Monday, January 23, 2017

Project Alphaberry - Part 2

Well, I started digging into the metal a bit this week. I now have a few linux machines laying around, and the starts of a real server infrastructure. Project Alphaberry continues…

Installing Linux is something I was putting off a bit, I will admit, I didn’t know anything about it, how to even get started, but I knew I wanted to run a minimal CentOS 7.x. I downloaded the latest image from the CentOS download portal. It was an ISO, and I had a 64GB Patriot USB Drive sitting around that I had previously used for Windows 8 installations around the house. I have seem a lot of guides on using the Win32 Disk Imager, however, I found a more performant version called Rufus when doing research on the Raspberry part of the project. Not only was it a breeze to use, it was extremely fast.

Now that I had my image installed, I wanted to do a “dry run”, for some reason I thought this was going to be complicated, so I picked up my old laptop (i3, 8GB memory, 256 SSD) and decided it could be used as a sandbox. I popped in the USB stick, rebooted, and was prompted with about a 5 step installer, and within about 10 minutes was up and running at the command prompt, with wireless internet access at that… I kinda cheered, and kinda slapped myself on the forehead for this part, it was ridiculously easy.

From this point, I just did some playing around with this laptop, and figured out how to allow me to close the laptop lid without it going into sleep mode.

In the file: /etc/systemd/logind.conf

[Login]
HandleLidSwitch=ignore

More information about that config can be found on freedesktop.org. It goes over all the settings in that file, as well as the valid options for it. Now I can just lay the laptop somewhere next to a power cable with the wireless, close the lid, and its all good to go. This allows me to play around with it from my own laptop, even though I have built in Ubuntu on Windows thingy, it isn’t really “complete”, and isn’t the actual OS I want to play with, CentOS has a lot of differences from Ubuntu.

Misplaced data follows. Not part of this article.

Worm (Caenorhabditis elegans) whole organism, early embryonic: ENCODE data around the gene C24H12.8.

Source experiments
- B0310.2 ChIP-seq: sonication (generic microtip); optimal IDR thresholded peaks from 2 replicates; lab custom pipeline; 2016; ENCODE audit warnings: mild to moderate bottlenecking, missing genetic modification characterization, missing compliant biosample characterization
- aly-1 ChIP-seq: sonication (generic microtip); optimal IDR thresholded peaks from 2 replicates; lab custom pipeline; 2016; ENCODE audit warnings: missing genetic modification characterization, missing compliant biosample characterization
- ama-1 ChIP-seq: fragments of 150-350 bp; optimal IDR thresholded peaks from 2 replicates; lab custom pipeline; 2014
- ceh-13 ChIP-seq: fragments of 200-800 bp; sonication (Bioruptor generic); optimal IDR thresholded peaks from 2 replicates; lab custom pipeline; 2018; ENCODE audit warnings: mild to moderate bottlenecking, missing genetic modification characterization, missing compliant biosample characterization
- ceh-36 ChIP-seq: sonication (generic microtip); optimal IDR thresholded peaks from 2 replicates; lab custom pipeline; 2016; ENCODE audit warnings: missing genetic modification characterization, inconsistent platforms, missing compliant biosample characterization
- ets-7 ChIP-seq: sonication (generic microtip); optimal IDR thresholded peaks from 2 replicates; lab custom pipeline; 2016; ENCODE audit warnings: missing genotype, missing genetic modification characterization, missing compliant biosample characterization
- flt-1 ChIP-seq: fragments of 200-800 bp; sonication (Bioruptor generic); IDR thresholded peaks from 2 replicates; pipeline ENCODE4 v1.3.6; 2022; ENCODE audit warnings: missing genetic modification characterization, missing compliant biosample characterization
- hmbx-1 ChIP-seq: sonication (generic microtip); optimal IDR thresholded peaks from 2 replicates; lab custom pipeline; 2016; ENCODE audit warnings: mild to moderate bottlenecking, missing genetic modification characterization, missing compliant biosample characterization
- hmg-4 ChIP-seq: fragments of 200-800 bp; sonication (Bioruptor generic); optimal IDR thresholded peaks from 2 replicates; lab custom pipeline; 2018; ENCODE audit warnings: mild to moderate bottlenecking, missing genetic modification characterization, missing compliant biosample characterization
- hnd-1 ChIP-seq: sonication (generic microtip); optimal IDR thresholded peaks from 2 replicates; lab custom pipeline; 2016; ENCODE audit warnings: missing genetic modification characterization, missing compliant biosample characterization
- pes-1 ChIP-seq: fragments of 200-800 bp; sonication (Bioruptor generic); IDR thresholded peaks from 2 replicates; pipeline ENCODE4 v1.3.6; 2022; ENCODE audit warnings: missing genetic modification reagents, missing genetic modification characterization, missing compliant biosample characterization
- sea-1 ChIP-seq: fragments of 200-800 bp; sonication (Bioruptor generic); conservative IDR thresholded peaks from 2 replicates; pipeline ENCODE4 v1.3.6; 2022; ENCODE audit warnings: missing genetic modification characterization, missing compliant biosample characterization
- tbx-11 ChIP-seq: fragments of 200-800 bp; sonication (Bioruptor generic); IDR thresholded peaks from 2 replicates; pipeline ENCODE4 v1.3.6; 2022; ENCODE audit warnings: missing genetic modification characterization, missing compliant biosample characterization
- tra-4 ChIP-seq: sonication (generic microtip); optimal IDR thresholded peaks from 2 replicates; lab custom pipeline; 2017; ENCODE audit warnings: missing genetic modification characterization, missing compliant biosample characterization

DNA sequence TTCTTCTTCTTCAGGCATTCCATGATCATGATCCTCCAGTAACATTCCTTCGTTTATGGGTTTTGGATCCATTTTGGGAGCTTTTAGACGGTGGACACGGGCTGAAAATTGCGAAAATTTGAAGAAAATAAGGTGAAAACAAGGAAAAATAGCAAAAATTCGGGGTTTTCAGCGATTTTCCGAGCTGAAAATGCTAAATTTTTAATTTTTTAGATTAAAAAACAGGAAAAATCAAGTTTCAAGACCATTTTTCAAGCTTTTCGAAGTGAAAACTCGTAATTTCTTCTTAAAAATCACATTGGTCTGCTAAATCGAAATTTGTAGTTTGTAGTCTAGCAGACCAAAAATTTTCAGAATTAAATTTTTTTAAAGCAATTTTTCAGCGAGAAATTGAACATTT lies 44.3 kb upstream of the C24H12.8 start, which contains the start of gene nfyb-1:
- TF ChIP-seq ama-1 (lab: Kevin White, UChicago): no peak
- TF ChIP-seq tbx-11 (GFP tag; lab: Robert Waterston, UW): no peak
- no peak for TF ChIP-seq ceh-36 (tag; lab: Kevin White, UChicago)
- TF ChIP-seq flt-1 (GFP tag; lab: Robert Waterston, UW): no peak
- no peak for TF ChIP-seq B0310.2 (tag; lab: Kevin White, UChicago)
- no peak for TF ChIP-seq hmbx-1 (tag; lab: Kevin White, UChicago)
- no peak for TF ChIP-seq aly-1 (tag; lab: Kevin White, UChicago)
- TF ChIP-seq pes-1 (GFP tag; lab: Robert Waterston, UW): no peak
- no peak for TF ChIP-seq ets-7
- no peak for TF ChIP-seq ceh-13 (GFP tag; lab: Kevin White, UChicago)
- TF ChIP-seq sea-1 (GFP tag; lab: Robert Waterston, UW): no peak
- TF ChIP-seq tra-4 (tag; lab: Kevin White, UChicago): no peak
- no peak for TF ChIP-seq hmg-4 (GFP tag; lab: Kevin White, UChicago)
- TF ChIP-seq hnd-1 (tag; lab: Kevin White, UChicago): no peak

Moving on to the Alpha, I upgrade the memory to the new 16GB real fast, and swapped out the hard drive with the 256GB SSD. From there I just plugged the computer back into the desk my wife had everything hooked up to, dropped in the USB drive, and booted it up. Within a few minutes, I had everything up and running, this time I opted to NOT setup the wireless, as it will be hard wired into the network. Unfortunately, I completely failed to setup the ethernet… I shutdown the system, moved it over to the “work area”, hooked up the new managed switch and the Alpha to my main router, turned it on, checked out my router to find the IP from the list and… it wasn’t there.

Remembering that I have a managed switch, I realized that I didn’t… manage to set shit up. Within a few minutes of bumping my head, I realized that the default IP for the switch is 192.168.0.1, while my subnet is 192.167.1.x. This, was disheartening, getting a route to that other subnet was, not ideal, I attempted to setup a static route on my router, and it just… didn’t take. Then I remembered that this archaic round thing came with the router, turns out it has management software, since my laptop wasn’t made in the age of spinning disks, I downloaded the management software, which found the router right away, and allowed me to change the IP address to something my router wouldn’t struggle with. However, my Alpha still wasn’t showing up.